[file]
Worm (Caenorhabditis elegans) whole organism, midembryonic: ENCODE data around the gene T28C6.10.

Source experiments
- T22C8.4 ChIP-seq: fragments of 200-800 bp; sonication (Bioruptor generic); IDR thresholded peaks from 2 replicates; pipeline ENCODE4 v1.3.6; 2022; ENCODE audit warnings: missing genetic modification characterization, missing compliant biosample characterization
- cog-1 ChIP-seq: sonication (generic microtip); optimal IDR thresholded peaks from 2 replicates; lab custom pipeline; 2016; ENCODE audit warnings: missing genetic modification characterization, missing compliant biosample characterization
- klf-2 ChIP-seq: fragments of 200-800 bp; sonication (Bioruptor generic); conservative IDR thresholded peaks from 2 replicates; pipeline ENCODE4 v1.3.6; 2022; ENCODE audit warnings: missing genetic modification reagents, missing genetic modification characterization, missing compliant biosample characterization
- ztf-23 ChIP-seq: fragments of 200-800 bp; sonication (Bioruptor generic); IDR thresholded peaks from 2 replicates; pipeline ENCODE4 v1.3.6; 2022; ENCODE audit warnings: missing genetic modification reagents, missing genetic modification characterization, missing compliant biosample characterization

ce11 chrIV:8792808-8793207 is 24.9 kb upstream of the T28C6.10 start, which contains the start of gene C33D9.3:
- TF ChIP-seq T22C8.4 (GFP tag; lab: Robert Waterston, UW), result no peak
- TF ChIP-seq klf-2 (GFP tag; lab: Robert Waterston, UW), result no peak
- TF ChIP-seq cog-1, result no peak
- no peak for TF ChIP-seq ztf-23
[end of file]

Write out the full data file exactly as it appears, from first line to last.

Worm (Caenorhabditis elegans) whole organism, midembryonic: ENCODE data around the gene T28C6.10.

Source experiments
- T22C8.4 ChIP-seq: fragments of 200-800 bp; sonication (Bioruptor generic); IDR thresholded peaks from 2 replicates; pipeline ENCODE4 v1.3.6; 2022; ENCODE audit warnings: missing genetic modification characterization, missing compliant biosample characterization
- cog-1 ChIP-seq: sonication (generic microtip); optimal IDR thresholded peaks from 2 replicates; lab custom pipeline; 2016; ENCODE audit warnings: missing genetic modification characterization, missing compliant biosample characterization
- klf-2 ChIP-seq: fragments of 200-800 bp; sonication (Bioruptor generic); conservative IDR thresholded peaks from 2 replicates; pipeline ENCODE4 v1.3.6; 2022; ENCODE audit warnings: missing genetic modification reagents, missing genetic modification characterization, missing compliant biosample characterization
- ztf-23 ChIP-seq: fragments of 200-800 bp; sonication (Bioruptor generic); IDR thresholded peaks from 2 replicates; pipeline ENCODE4 v1.3.6; 2022; ENCODE audit warnings: missing genetic modification reagents, missing genetic modification characterization, missing compliant biosample characterization

ce11 chrIV:8792808-8793207 is 24.9 kb upstream of the T28C6.10 start, which contains the start of gene C33D9.3:
- TF ChIP-seq T22C8.4 (GFP tag; lab: Robert Waterston, UW), result no peak
- TF ChIP-seq klf-2 (GFP tag; lab: Robert Waterston, UW), result no peak
- TF ChIP-seq cog-1, result no peak
- no peak for TF ChIP-seq ztf-23